This region comprises of sub-montane soils, hills soils and tarai soils. The distribution of this region is in the states of Jammu and Kashmir, Himachal Pradesh and Kumaon and Garhwal division of Uttranchal. The rice soils which are found in Jammu and Kashmir have been formed from the alluvium brought by the major rivers Chenab, Ravi, Tawi and their tributaries. Such soil is found mostly in Jammu and Kathua districts.

The sub-montane soils are found in Anantnag , Baramulla and Srinagar districts. These soils are formed from the alluvium deposited in the valley floor by the Jhelum and the Indus rivers. They are silty loam to clay loam and are neutral to alkaline.

The hill soils are found in the districts of Almora, Chamoli, Pithoragarh, Uttar Kashi and Dehradun of Uttranchal. These soils are shallow with fragments of rock occurring according to the elevations and have been categorized as red loam, brown forest soil, meadow soil and podzolic soil.

The tarai soils are found from north-west to the extreme north-east as a narrow strip. These soils are always saturated because of sufficient rainfall and high ground water table. These soils have been formed from transported materials by different rivers originating from the Himalayas. The tarai soils are very productive and responding well to fertilizer application.

The soils occurring in Himachal Pradesh are formed from parent rocks such as sandstones, gray micaceous sandstones and shales of Sub-Himalayan region. These soils are loam to silty loam and medium to high in organic matter. Generally, these soils are poor in available nutrients.

The Humid Bengal-Assam Basin and Humid Eastern Himalayan Region

The altitude of rice growing areas in this region ranges from few metres in Sundarbans in West Bengal to about 1600 metres in Mizoram state and more than 2000 metres in Arunachal Pradesh. Generally, the crop is grown in this region on flat lands to facilitate the supply of water requirement. One of the most limiting factor in this region is the availability of water. The alluvial soils deposited by the rivers mostly occupy the major part of the wetland rice soils in this region. These soils are formed from the silt deposition by the numerous tributaries of the Ganges and the Brahmaputra rivers. The water-table is high and drainage is poor in the wetland rice soils.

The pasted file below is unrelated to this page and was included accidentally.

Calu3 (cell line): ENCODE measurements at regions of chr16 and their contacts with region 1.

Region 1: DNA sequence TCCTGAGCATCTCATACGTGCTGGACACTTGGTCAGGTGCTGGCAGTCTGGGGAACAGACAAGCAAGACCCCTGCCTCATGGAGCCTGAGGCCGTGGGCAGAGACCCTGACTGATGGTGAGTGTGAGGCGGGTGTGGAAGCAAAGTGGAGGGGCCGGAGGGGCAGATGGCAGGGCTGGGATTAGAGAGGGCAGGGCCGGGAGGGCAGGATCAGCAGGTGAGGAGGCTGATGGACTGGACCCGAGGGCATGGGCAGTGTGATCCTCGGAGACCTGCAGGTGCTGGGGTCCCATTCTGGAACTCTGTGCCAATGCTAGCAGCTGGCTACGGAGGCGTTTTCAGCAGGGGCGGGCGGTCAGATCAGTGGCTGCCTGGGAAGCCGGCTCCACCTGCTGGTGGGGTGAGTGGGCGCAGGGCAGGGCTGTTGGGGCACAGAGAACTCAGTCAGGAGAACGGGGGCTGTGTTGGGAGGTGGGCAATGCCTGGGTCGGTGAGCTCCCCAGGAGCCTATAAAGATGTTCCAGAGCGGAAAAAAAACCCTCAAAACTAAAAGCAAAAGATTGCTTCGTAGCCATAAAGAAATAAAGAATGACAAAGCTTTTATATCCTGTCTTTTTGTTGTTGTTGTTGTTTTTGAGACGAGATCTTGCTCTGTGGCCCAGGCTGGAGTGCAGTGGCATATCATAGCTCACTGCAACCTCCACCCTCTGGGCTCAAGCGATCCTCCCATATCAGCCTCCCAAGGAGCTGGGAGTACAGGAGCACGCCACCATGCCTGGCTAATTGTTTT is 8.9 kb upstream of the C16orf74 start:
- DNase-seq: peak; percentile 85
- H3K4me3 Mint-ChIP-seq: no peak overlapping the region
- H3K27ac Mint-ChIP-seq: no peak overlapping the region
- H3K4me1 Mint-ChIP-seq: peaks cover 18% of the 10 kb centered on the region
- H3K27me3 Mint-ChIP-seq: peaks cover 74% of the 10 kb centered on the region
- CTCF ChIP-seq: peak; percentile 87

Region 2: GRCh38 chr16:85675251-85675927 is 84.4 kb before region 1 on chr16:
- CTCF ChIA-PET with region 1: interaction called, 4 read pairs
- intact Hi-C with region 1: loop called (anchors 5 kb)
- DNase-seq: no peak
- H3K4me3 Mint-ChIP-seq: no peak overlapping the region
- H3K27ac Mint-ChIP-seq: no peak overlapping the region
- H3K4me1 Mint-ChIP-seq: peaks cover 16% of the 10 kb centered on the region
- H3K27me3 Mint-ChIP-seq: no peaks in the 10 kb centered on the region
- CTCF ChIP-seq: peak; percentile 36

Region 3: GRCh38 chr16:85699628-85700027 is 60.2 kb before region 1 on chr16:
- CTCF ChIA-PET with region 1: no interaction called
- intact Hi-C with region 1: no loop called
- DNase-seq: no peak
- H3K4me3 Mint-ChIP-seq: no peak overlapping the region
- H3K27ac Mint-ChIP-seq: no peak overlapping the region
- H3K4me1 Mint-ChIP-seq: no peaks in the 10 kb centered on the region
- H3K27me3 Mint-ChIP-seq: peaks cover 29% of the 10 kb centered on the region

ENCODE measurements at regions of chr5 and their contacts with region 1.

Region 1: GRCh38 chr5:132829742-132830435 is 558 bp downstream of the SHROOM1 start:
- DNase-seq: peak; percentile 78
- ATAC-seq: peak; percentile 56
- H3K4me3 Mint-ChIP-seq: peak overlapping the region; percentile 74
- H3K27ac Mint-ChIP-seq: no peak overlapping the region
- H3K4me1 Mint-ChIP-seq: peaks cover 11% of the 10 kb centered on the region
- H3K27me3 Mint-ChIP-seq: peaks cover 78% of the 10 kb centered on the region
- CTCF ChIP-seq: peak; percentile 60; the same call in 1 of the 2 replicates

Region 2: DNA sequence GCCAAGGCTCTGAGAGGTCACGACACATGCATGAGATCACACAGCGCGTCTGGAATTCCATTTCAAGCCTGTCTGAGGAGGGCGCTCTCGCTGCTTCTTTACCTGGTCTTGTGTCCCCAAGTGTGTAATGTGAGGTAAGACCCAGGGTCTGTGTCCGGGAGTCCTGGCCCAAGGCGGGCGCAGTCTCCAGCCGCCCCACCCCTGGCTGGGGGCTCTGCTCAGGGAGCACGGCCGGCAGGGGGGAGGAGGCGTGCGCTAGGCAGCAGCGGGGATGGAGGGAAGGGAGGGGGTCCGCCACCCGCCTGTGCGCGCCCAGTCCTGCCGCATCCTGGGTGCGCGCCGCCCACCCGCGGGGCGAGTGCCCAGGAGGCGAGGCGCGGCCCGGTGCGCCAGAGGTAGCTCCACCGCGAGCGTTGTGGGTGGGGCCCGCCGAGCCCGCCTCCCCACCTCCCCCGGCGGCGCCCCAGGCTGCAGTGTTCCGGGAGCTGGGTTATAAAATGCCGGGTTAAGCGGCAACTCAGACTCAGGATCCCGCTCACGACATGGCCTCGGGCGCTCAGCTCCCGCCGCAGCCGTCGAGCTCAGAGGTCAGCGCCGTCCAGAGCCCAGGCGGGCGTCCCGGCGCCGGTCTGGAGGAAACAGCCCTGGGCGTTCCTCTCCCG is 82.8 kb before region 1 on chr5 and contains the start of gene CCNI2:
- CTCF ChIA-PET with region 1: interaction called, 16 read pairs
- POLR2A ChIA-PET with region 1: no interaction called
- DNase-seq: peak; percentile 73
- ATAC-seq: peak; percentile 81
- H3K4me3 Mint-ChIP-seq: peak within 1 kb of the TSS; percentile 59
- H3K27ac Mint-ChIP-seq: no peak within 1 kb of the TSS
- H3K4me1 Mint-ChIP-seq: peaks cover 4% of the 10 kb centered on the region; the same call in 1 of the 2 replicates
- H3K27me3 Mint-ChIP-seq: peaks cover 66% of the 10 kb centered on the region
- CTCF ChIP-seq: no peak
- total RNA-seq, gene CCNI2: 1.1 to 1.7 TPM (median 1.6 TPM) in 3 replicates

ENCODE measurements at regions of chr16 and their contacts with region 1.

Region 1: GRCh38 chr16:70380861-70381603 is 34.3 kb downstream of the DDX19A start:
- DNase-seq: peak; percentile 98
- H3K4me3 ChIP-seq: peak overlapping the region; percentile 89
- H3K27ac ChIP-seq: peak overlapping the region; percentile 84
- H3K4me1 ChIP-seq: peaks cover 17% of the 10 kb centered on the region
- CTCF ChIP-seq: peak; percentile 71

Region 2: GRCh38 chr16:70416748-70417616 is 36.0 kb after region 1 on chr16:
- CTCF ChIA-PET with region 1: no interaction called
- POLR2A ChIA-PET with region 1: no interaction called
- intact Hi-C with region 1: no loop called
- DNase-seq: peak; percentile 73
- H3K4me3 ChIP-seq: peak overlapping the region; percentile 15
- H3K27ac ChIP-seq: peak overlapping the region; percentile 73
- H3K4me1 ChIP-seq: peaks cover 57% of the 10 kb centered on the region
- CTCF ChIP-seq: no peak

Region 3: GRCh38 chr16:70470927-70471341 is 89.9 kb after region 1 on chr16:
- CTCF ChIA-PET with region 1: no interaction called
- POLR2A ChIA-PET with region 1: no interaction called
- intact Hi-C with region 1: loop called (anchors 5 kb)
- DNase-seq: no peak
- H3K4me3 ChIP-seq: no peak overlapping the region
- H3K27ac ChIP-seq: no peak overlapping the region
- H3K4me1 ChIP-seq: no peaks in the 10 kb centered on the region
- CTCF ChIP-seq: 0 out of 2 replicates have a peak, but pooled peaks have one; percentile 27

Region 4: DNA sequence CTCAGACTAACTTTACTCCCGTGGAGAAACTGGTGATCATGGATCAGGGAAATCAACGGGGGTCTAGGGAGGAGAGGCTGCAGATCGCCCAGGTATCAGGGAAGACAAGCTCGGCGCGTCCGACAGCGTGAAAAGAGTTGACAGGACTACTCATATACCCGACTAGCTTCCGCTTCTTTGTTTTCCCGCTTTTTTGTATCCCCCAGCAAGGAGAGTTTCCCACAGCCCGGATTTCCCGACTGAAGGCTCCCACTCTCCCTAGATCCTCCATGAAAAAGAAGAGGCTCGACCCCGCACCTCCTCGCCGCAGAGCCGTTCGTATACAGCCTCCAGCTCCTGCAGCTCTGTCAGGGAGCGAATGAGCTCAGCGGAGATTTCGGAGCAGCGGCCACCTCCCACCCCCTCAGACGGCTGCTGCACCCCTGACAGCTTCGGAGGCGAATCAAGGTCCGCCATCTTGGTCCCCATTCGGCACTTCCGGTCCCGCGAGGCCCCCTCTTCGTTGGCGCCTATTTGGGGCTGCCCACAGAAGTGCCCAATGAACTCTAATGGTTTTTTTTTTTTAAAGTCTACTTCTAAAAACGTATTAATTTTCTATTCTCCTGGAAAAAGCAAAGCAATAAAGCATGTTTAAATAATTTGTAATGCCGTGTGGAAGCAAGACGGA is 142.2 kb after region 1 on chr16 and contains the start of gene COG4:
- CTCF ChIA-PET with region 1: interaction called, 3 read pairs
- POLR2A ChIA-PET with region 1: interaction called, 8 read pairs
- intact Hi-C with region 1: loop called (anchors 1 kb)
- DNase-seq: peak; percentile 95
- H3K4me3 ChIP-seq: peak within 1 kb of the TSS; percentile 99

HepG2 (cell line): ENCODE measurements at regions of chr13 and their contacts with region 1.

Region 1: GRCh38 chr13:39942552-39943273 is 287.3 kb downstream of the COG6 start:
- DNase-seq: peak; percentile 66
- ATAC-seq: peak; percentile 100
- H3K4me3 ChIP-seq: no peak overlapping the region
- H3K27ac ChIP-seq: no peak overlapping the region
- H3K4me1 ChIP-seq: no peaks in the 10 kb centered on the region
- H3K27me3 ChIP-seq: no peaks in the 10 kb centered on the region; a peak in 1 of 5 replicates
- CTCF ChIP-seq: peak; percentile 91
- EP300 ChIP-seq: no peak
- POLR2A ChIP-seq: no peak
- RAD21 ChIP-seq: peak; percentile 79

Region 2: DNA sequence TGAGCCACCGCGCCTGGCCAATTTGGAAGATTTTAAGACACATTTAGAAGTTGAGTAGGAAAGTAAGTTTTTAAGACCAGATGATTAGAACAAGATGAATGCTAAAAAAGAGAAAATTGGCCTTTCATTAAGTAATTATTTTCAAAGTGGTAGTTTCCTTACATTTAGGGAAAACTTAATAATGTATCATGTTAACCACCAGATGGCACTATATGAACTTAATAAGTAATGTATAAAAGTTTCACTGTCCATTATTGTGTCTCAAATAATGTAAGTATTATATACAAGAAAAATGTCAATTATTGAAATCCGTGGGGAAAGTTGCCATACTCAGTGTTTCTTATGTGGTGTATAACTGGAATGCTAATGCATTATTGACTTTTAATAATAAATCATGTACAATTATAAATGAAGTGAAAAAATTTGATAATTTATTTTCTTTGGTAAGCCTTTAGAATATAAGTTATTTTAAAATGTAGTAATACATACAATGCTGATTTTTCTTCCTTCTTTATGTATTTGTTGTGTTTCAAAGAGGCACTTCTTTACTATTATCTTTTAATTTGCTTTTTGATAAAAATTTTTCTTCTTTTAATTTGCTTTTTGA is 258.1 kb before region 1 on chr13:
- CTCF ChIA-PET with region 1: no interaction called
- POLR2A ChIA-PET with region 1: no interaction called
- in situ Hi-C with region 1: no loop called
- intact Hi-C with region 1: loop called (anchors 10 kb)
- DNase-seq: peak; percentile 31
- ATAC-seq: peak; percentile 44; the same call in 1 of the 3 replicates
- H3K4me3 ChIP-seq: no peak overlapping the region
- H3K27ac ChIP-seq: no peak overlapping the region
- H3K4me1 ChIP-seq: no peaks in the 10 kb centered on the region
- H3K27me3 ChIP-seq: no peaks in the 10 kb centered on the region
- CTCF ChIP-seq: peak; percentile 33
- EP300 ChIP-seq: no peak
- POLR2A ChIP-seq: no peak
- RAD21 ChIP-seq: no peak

Soils in the Assam valley are acidic and high in available phosphorus and potassium and moderate in organic matter and nitrogen. In the north-eastern mountainous upland areas of Assam, the soil is lateritic. In the upland areas drainage is good. The rice crop is better grown in acidic soils in the pH range of 5.5 to 6.5 . In the Gangetic delta, rice is successfully grown in saline soils of Sundarbans.

The Sub-Humid Sutlej-Ganga Alluvial Plains

In this region a single crop of rice is grown during May-June to September-October. The temperature during winter remains low. The major group of soils in this region are calcareous alluvial, riverine alluvial, saline-alkaline, red yellow loam, red sandy and mixed red and black. The alluvial soils of this region are formed from the materials brought and deposited by the great rivers originating from the Himalaya mountain. The alluvial soils are rich in potash and calcium but are deficient in organic matter, nitrogen and phosphorus. The alluvial soil can broadly be classified as -

(a) light-textured alluvial soils of the west and north-west

(b) intermediate-textured alluvial soils in the central region

(c) calcareous alluvial soils in the north-east.

Saline soils are found all along on the left side of the Ganga river in the districts of Meerut, Aligarh, Bulandshahar, Mainpuri, Etah, Kanpur, Fatehpur, Allahabad, Lucknow, Pratapgarh and Sultanpur. The soils are highly alkaline, indurated and have below hard pan which obstruct the downward movement of water. The soils of Allahabad, Varanasi, Ghazipur and Balia are black and fine-textured. The soils are formed from the alluvial deposits transported by the Yamuna river from central parts of the country.

Bihar state is divided by the Ganga river into two halves i.e. north and south. The texture of alluvium of north Bihar region is sandy loam to clay loam and pH is neutral to alkaline. Generally, lime content is high in alkaline soils. The texture of south Bihar in the districts of Patna, Gaya and Shahabad is gray to black and light loam to heavy clay. The lime content in this soil is generally less and pH of the soil is alkaline. The soils of Ranchi, Hazaribagh, Santhal Parganas, Singhbhum and Manbhum are red. These soil are acidic. These soils are rich in potassium and poor in phosphorus.

The Sub-Humid to Humid Eastern and South-Eastern Uplands

In eastern Madhya Pradesh, Orissa and Andhra Pradesh the rice soils are laterite, red-yellow loam, red sandy, mixed red and black, deltaic alluvium, deep and medium-deep black, red loam and coastal alluvial. In Chhattisgarh plains, Mahanadi basin and in the eastern region soils are red and yellow. These soils are mainly sandy but sometimes silty loam to silt-clay loam are also found. Black soils are found in the Narmada valley. The laterite soils of Orissa are found in the eastern Ghat region. The soils of Khurda are mainly laterites. The soils of Balasore are gravelly.